ITMO’s Robotics Team Wins Silver at World Robot Olympiad 2019
The 2019 World Robot Olympiad, an international robotics competition for talented school and university students from over 70 countries, has just come to a close in the city of Győr, Hungary. Led by coach Igor Lositsky, ITMO University whizzes took second place, surpassing more than 30 teams in the Senior High age category. They presented their project LEGO Education Helper, a smart table that cleans itself.
The 2019 World Robot Olympiad (WRO) took place in the Hungarian city of Győr on November 8-10. This year, the competition’s main topic was Smart Cities, calling for new concepts, ideas and technologies that will help to build cities of the future and change existing forms of everyday life. Young robotics enthusiasts could present their inventions in the fields of smart education, smart workplaces, and other areas of intelligent urban management.
The team of ITMO University’s Youth Robotics Laboratory took second place in the Senior High age group of the Open category, having scored 164.78 points. Placing first was a team from India (168.50 points), while third place went to participants from Kazakhstan (158.83 points). A total of 34 teams vied for a place on the pedestal. The full scoreboard is available here.
ITMO University was represented by decorated champions of international robotics competitions, first-year students Daniil Nechaev and Levon Pogosov. Working alongside them on the winning project was another member of the Youth Robotics Laboratory, Dmitry Kharlapenko, who couldn’t be present at the competition finals. The team was coached by Igor Lositsky and Evgeny Zavarin. The Youth Robotics Lab initiative is implemented by ITMO together with the Presidential Lyceum №239.
The team competed with their project LEGO Education Helper, a light source-equipped smart table which cleans itself on its own. Earlier, this project was named best in its group at the 2019 Russian Robot Olympiad, which took place at the Innopolis University in Kazan and yielded the team their ticket to Hungary.
On the face of it, LEGO Education Helper is much like a school desk with a lamp on it. But apart from providing lighting, the lamp is in fact a robot that can neatly clear the table of random objects and sort them into appropriate sections of a special box. Powered by a neural network, the robot classifies the objects into different categories and uses this information to choose the right section to put them in. Small objects are picked up using a special vacuum gripper, which comes in the form of a balloon filled with ground coffee. This enables the robot to softly envelop small objects, whatever their shape, and lift them up by force of vacuum pressure.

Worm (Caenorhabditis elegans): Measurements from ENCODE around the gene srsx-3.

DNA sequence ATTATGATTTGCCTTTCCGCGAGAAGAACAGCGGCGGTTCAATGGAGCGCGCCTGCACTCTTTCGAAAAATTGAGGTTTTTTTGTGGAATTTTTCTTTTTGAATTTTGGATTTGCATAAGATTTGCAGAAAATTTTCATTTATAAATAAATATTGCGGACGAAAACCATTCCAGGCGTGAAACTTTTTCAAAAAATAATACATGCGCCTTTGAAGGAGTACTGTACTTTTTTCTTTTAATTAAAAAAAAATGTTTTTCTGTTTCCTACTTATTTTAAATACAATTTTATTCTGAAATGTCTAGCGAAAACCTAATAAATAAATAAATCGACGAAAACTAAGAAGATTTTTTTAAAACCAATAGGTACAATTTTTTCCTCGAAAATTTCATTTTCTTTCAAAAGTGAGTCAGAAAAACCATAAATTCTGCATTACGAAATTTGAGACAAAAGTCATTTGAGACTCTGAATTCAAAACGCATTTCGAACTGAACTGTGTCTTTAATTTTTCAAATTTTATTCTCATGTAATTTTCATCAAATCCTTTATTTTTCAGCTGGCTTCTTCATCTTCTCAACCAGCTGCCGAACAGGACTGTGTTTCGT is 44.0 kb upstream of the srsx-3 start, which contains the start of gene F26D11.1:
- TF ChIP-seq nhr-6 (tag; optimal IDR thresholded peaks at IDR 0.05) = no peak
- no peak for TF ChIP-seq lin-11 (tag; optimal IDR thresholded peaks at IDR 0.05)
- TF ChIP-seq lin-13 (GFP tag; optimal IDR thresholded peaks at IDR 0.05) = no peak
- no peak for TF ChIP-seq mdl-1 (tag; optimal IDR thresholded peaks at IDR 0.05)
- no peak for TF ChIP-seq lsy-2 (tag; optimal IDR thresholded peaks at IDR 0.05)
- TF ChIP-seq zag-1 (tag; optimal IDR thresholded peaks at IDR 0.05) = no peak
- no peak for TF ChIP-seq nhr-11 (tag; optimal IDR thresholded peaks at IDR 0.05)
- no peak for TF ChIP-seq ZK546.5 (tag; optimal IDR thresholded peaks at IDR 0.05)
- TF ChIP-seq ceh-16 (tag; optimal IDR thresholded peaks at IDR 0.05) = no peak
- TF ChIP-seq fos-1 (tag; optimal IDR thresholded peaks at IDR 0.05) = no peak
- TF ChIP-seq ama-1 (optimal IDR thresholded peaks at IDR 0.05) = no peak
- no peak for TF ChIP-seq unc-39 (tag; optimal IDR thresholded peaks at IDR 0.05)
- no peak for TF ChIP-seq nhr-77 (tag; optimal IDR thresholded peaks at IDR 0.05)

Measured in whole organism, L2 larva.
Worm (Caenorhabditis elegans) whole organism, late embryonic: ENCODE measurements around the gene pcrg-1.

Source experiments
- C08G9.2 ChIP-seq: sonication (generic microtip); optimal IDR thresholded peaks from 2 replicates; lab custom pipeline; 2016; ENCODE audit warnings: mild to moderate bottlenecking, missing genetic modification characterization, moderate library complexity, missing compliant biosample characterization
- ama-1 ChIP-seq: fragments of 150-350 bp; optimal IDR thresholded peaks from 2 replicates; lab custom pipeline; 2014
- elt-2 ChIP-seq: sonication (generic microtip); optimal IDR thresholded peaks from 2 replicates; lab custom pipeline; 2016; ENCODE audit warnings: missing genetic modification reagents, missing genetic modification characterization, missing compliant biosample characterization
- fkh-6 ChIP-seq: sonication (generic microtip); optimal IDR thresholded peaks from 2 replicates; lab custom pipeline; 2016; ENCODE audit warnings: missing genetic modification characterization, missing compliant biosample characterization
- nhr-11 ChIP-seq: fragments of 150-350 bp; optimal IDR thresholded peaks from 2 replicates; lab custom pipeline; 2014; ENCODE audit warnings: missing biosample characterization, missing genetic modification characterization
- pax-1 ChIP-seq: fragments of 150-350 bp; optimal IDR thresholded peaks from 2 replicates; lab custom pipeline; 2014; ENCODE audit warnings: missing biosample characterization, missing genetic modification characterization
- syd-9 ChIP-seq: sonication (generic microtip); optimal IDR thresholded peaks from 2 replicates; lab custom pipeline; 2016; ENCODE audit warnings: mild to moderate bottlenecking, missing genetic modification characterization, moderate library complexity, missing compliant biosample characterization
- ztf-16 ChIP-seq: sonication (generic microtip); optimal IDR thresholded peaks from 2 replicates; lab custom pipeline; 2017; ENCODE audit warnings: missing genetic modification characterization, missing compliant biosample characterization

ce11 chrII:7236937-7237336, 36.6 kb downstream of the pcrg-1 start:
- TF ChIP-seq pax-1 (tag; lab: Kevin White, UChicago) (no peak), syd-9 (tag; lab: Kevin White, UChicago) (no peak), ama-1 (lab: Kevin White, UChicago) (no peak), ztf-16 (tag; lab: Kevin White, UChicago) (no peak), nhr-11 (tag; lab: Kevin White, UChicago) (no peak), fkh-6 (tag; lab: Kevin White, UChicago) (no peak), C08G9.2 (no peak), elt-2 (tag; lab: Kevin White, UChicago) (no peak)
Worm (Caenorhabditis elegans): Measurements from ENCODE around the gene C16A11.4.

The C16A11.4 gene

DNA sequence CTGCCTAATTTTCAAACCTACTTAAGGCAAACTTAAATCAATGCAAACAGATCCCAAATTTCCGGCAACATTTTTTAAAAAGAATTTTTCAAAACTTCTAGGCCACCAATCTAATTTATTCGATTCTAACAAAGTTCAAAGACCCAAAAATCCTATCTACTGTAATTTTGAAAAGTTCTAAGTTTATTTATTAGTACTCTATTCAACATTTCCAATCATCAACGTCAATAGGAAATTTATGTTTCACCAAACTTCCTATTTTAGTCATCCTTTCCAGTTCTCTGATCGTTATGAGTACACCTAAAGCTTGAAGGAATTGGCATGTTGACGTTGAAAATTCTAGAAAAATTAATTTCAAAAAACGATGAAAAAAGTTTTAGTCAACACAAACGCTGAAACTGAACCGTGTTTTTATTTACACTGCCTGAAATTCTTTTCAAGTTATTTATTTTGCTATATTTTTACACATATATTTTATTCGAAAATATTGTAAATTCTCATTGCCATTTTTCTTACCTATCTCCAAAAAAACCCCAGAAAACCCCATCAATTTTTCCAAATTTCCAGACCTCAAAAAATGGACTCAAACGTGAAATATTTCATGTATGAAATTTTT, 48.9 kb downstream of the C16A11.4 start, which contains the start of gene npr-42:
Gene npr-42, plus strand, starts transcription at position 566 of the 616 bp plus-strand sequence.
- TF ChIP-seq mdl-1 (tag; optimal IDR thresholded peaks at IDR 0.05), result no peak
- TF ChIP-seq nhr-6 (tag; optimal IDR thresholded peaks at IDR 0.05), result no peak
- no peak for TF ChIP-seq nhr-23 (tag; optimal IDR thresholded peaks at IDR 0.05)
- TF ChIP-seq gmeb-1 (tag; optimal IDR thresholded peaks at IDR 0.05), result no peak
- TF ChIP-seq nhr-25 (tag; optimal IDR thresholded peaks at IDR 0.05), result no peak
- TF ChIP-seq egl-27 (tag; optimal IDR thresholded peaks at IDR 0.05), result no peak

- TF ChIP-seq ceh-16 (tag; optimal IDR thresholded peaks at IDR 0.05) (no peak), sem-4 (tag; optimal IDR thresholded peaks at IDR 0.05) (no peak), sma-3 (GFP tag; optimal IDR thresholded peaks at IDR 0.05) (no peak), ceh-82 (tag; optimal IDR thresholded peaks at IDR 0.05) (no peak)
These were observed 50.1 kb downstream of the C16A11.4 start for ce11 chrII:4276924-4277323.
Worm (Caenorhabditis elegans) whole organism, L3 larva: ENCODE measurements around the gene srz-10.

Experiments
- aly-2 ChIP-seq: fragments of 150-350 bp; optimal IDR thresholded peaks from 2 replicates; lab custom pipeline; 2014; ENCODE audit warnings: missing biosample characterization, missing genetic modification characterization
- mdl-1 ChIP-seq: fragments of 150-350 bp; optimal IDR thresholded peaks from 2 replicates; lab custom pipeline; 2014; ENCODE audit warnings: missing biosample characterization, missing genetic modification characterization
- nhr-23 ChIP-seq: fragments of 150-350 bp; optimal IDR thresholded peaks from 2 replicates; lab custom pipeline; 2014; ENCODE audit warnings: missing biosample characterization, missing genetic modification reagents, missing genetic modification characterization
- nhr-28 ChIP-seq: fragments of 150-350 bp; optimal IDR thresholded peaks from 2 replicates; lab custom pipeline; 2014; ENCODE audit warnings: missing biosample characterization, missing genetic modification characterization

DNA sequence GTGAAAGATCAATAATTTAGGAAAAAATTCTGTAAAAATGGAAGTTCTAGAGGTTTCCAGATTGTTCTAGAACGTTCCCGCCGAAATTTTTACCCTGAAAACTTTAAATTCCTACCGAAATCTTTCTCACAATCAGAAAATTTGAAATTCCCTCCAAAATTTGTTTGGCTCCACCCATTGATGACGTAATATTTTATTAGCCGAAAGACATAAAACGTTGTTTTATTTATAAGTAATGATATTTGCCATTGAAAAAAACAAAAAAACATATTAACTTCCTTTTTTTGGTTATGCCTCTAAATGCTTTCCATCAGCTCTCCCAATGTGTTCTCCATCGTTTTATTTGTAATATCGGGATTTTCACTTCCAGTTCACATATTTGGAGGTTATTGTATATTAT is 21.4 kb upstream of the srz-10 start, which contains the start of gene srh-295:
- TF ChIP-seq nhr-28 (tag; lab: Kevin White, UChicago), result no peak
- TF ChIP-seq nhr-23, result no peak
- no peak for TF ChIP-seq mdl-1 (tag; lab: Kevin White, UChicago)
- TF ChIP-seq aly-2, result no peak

Yet another part of the project is an eraser robot, which operates on the blackboard situated behind the desk. Based on pre-set parameters, it is able to independently identify the writing that needs to be erased.
According to Igor Lositsky, it took the team about two months to flesh out the project. After its win at the Russian Robot Olympiad, it was subject to further, and sufficient, improvements.
“The project really changed for the better. As we had envisaged, our light source took the form of the famous lamp off the logo from Pixar animation studio, which served as our inspiration. What is more, the system became more efficient. Many people at the Olympiad even approached us saying that they’d like to buy such a system for themselves,” shares the winning team’s coach.
As per the rules of the competition, the teams had five minutes to present their projects, with five more minutes given for answering the judges’ questions. The presentations had to be both comprehensible and creative.
Held since 2004, the World Robot Olympiad (WRO) is an international competition for school and university students aged 10 to 21 years old. Every year, WRO attracts over 2,000 talented contestants. A total of 424 teams from 73 countries partook in the 2019 finals.
This year, Russia was represented by 41 participants from nine regions of the country. They competed as part of 13 teams from Moscow, St. Petersburg, Vladivostok, Miass, Nizhny Tagil, Ramensky, Mytishchi, Magnitogorsk, Novocheboksarsk, and Innopolis in all four WRO categories: Regular, Open, Football and Advanced Robotics Challenge.